To make next year’s Midyear Meeting even better, I plan to do my “homework” on the different residency programs I am interested in, so that I can ask them questions that cannot be answered simply by looking at their website. I will be sure to bring plenty of snacks because unfortunately, it is difficult to get food because of the long lines of people at the food court and the fact that the sessions may be too close in time to allow one to grab food. I would advise those who can afford it to try to go to the midyear meeting before your fourth year, because there is much to benefit from attending.
As the plane landed, I felt the warmth of the sun shining on my face which, in turn, awakened me from my peaceful slumber. This warmth was very different from how the weather was in Chicago at the time, which was cold and wet. At that point, I felt two things 1) glad that the six hour flight (which included a layover) was over and 2) excited to attend my first ASHP Midyear Clinical Meeting (having it located in Las Vegas only added to the excitement). I absolutely could not wait for all the events that were to come in the next couple of days.
When I got to the hotel, I quickly settled down and looked over some information for the Student Society Showcase. A colleague and I were selected to present our school’s poster this year. This event showcases the achievements of the Student Societies of Health-System Pharmacy (SSHPs) around the country.
The next day I had to wake up early to get in line for the key note speaker, Bill Clinton. I was astonished by how long the line was to enter the auditorium! He talked about health care and how pharmacists can play an important role in improving patient’s lives. After that was the Student Poster Session, so I walked around and looked at some of the other student posters. Soon after that was the Residency Showcase, during which residency programs from across the country host booths and talk to interested students about their programs. This was a very hectic event because there were so many programs there and the place was packed with people. One piece of advice for students who are interested in pursuing a residency is to prepare for the showcase ahead of time. What I personally did was make a list of the programs that I was interested in. Then I went to the ASHP website to find out when each program was going to be there, and lastly, I found the booth number for each program so I could locate them quickly.
There were also events where I had the chance to network with other students, such as the ICHP Reception and the Students Night Out. This was a good time to make new connections. Overall, the ASHP Midyear was a great experience for me. I am glad that I attended and I am definitely planning to go back next year as a resident.
by Daniel Willhoit (P-3), Treasurer of SSHP Southern Illinois University Edwardsville School of Pharmacy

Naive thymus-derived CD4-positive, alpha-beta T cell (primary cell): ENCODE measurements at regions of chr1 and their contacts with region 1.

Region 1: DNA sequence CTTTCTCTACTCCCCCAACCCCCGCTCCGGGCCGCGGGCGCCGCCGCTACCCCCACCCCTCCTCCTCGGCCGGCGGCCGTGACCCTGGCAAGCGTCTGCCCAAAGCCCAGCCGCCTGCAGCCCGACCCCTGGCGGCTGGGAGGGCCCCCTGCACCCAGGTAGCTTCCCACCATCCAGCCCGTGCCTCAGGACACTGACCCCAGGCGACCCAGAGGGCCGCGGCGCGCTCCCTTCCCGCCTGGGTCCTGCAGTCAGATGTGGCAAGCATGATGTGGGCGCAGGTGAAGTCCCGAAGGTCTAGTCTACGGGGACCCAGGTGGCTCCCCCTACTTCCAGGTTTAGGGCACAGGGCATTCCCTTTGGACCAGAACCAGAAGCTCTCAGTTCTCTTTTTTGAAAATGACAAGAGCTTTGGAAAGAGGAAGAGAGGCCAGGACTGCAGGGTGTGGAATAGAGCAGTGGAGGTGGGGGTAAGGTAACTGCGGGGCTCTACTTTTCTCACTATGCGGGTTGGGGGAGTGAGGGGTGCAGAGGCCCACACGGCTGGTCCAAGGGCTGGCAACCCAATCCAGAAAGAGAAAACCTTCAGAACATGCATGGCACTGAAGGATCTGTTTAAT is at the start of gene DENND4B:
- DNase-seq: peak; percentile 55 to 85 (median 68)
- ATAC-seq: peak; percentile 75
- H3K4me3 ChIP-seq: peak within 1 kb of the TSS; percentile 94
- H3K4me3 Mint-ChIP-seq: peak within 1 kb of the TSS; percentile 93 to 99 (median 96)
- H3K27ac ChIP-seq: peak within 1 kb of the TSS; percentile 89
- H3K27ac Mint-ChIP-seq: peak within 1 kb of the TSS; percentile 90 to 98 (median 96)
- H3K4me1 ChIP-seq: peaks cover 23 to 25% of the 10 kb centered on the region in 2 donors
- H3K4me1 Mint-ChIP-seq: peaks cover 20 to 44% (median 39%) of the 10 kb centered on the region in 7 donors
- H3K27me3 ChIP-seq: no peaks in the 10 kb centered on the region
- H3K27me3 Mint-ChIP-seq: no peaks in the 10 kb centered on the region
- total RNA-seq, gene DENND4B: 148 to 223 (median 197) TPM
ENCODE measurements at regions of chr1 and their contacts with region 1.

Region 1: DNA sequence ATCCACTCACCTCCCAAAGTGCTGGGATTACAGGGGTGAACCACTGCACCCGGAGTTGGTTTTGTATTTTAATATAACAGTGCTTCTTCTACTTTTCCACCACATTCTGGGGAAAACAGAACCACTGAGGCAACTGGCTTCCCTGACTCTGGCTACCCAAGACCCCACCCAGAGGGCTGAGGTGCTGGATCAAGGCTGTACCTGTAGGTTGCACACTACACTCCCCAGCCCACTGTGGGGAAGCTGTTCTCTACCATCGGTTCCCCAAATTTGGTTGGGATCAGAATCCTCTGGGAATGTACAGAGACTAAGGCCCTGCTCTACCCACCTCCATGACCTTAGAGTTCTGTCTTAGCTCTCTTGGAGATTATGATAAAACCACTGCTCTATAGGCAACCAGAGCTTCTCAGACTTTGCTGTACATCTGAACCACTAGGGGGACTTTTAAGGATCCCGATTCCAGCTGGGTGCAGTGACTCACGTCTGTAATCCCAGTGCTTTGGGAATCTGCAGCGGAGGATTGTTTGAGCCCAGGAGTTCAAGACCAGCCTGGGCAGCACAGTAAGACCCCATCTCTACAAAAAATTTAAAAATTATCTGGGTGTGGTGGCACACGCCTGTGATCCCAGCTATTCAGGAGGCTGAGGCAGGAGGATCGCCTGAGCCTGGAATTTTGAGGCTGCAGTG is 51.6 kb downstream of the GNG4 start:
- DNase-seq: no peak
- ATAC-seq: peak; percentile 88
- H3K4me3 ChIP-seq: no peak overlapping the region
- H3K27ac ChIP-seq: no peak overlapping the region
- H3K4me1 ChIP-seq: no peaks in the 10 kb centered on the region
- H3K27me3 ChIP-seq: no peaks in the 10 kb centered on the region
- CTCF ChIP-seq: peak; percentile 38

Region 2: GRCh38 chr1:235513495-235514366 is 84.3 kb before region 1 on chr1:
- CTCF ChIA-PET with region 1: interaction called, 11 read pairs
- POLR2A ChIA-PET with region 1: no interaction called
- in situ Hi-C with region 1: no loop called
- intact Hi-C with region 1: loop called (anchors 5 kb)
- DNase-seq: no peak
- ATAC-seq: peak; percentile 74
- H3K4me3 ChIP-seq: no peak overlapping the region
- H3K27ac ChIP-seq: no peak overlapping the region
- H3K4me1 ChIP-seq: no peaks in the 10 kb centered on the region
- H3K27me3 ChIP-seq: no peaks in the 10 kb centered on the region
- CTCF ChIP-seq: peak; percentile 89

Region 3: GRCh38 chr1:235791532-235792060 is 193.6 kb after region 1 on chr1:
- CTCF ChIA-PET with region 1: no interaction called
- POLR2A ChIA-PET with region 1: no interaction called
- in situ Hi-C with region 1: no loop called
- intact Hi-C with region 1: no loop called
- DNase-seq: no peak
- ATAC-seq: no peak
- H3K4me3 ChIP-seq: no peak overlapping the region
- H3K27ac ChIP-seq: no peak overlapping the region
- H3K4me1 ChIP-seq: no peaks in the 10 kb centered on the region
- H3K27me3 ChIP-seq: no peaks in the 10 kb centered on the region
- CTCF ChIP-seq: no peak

When exam times come around, I man my familiar post at the kitchen table with laptop, books, and notebooks spread out before me. Often, my studying is accompanied by several visits by my two young boys to see if I am doing anything exciting. When they see that the process is not flashy or exciting or after boring themselves pretending to be studying as well, they run off to find mommy again to play. The distractions are welcome breaks from the intense concentration needed to master most pharmacy subjects. I tried studying on campus once or twice thinking that I might get more done, but I could never make it work. It was always just too quiet.
Last semester, in particular I recall studying for an exam at the table. It had been too cold to venture outside, but the cold snap was lifting. My boys could tell, as they could see our neighbors’ children outside already. Mommy tied shoes on eager feet and zipped up reluctantly donned coats. When he finished getting ready, my older son asked my wife, “Is daddy coming out, too?” Mommy gave a good answer about how important it was that I did my homework and got good grades, thinking that if I had a little time to myself it might help me get more of those good grades that she was mentioning. My son understood, although he was disappointed, until he got outside and forgot all about me and my studying.
Soon afterward, I went outside in spite of the test I was studying for. My older son was learning how to pedal his bike, and his younger brother was pushing himself along in a ride-on toy with his feet. It was no different from the days we had had before it got cold. But that day, being outside with my boys surely seemed more important than receiving an A on a test. There would always be time for studying later when the sun went down or when the kids went to bed. Life for my family while I am in pharmacy school, is “a great balancing act,” to borrow a phrase from my son’s favorite Dr. Seuss book.